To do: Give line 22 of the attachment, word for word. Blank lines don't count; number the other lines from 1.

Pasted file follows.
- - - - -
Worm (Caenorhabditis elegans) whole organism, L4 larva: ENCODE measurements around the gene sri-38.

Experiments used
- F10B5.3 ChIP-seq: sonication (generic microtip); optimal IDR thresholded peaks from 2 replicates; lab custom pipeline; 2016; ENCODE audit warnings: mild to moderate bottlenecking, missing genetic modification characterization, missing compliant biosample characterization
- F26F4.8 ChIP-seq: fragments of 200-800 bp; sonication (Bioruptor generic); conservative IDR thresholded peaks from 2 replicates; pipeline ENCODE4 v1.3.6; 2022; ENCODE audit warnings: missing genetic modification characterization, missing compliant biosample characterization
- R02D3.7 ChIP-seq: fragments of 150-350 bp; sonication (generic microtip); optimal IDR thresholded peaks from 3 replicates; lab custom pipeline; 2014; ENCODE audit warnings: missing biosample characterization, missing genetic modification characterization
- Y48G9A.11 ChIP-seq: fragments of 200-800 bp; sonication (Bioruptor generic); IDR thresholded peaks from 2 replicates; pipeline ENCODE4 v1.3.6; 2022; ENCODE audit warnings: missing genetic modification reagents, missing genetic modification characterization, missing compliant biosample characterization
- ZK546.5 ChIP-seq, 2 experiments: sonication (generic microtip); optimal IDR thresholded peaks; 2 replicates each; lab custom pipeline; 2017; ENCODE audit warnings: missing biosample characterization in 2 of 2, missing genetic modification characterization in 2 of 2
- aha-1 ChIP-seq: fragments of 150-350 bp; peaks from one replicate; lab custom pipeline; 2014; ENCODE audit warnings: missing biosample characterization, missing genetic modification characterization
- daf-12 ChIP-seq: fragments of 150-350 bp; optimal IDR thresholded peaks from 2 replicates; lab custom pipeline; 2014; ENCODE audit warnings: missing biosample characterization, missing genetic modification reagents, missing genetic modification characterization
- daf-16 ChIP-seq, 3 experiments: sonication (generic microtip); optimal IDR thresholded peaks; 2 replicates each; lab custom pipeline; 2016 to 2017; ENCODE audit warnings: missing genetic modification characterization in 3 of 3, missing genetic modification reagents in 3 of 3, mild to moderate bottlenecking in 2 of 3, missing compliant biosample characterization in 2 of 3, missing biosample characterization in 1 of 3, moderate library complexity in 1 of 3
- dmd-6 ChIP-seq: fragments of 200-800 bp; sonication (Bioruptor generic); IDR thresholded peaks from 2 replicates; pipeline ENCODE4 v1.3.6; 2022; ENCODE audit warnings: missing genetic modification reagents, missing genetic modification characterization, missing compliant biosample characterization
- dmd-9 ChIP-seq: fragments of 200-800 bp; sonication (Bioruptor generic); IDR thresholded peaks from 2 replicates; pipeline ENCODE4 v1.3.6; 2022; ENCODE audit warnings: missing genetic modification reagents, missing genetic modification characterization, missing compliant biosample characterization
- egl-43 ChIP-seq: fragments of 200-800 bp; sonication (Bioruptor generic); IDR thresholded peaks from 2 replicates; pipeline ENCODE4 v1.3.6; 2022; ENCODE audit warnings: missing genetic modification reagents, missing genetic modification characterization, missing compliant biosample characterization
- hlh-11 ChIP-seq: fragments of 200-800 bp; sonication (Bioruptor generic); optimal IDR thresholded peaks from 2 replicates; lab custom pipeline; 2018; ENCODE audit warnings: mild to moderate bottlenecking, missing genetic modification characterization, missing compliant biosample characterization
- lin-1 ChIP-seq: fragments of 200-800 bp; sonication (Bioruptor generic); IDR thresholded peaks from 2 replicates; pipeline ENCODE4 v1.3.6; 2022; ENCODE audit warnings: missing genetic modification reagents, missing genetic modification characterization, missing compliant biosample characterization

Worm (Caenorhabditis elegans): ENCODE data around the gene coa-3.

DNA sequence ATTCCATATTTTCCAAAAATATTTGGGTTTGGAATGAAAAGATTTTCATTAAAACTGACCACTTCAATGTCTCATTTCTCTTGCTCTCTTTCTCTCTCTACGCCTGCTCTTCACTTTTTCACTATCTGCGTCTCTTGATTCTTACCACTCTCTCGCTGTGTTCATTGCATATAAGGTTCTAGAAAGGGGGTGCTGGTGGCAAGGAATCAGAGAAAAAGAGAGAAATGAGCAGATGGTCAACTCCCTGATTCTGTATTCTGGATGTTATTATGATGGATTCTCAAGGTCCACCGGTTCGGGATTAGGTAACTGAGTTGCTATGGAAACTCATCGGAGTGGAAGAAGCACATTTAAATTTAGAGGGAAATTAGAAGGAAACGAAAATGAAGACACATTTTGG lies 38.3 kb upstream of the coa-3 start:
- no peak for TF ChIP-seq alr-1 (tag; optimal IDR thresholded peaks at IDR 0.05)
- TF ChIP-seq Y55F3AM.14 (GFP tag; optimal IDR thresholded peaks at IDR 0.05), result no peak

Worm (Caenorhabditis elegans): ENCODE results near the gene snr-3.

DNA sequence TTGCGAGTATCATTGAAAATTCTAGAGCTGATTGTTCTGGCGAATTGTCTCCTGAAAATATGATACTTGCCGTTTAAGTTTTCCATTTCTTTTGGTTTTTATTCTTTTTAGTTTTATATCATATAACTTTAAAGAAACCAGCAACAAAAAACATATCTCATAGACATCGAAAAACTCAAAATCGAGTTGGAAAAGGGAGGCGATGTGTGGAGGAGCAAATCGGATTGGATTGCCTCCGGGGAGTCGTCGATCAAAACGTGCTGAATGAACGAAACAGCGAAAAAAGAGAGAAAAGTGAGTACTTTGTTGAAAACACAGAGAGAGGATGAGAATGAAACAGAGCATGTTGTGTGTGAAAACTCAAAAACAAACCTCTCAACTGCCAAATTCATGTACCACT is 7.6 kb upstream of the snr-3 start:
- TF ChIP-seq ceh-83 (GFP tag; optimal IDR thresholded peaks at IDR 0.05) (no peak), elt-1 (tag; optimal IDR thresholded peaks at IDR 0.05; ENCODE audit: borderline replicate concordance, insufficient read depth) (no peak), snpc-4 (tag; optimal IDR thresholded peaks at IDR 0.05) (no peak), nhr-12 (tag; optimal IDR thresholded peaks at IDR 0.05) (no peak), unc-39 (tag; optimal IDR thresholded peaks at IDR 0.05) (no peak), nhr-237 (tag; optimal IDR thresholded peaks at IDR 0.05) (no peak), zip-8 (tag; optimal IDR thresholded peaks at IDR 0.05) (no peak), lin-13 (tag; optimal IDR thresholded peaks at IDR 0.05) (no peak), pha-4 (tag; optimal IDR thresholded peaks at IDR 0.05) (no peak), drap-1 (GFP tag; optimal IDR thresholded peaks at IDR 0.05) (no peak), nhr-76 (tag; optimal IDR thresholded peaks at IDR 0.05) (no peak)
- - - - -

- TF ChIP-seq ceh-83 (GFP tag; optimal IDR thresholded peaks at IDR 0.05) (no peak), elt-1 (tag; optimal IDR thresholded peaks at IDR 0.05; ENCODE audit: borderline replicate concordance, insufficient read depth) (no peak), snpc-4 (tag; optimal IDR thresholded peaks at IDR 0.05) (no peak), nhr-12 (tag; optimal IDR thresholded peaks at IDR 0.05) (no peak), unc-39 (tag; optimal IDR thresholded peaks at IDR 0.05) (no peak), nhr-237 (tag; optimal IDR thresholded peaks at IDR 0.05) (no peak), zip-8 (tag; optimal IDR thresholded peaks at IDR 0.05) (no peak), lin-13 (tag; optimal IDR thresholded peaks at IDR 0.05) (no peak), pha-4 (tag; optimal IDR thresholded peaks at IDR 0.05) (no peak), drap-1 (GFP tag; optimal IDR thresholded peaks at IDR 0.05) (no peak), nhr-76 (tag; optimal IDR thresholded peaks at IDR 0.05) (no peak)